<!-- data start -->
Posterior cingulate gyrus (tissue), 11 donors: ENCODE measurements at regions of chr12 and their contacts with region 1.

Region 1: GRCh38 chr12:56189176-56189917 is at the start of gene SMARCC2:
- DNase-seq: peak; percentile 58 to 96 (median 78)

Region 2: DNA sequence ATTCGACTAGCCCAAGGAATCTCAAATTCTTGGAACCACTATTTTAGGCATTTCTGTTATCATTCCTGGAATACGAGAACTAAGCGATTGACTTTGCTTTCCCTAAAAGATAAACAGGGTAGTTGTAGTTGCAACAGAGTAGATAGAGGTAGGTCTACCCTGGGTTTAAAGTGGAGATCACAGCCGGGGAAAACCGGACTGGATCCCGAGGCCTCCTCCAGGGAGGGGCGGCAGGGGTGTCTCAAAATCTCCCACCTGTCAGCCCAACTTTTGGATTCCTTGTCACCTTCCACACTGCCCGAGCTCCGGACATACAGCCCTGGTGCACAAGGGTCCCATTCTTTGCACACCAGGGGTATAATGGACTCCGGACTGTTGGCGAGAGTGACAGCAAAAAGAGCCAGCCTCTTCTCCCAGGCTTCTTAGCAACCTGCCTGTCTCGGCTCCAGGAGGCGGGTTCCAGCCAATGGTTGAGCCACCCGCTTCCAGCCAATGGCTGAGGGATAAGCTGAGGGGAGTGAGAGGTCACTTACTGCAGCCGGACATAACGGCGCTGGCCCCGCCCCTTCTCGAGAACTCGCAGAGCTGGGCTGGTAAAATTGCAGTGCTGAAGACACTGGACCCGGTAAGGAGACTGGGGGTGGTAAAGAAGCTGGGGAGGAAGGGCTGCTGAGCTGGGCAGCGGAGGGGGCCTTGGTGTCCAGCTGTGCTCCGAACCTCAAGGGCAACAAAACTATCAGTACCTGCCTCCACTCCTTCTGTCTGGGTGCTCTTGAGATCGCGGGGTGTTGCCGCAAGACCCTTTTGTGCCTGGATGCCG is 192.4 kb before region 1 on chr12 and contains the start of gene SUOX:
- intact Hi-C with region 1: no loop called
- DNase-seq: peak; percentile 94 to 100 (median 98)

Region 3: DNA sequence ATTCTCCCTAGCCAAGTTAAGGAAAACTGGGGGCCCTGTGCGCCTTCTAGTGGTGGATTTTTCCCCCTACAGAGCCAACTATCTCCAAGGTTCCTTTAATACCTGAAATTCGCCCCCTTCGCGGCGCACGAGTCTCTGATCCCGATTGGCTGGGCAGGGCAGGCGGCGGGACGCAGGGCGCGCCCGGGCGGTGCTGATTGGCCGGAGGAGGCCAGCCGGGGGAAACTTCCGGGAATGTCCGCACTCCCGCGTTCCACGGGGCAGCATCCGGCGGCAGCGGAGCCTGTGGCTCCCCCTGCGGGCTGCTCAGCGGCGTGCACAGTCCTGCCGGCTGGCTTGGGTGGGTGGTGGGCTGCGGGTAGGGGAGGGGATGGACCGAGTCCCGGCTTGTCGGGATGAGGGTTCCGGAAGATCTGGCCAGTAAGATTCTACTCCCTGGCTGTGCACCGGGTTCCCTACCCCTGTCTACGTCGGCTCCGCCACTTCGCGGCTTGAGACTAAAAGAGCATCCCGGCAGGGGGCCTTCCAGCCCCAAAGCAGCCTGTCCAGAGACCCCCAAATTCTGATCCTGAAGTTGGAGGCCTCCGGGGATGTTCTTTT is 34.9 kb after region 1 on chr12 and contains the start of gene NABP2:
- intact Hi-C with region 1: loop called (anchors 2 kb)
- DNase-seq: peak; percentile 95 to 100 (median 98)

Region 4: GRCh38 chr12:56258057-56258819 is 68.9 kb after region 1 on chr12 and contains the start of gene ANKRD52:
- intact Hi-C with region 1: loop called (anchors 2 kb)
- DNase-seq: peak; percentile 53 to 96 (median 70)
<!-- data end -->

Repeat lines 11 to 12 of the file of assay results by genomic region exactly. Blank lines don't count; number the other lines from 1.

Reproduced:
- intact Hi-C with region 1: loop called (anchors 2 kb)
- DNase-seq: peak; percentile 53 to 96 (median 70)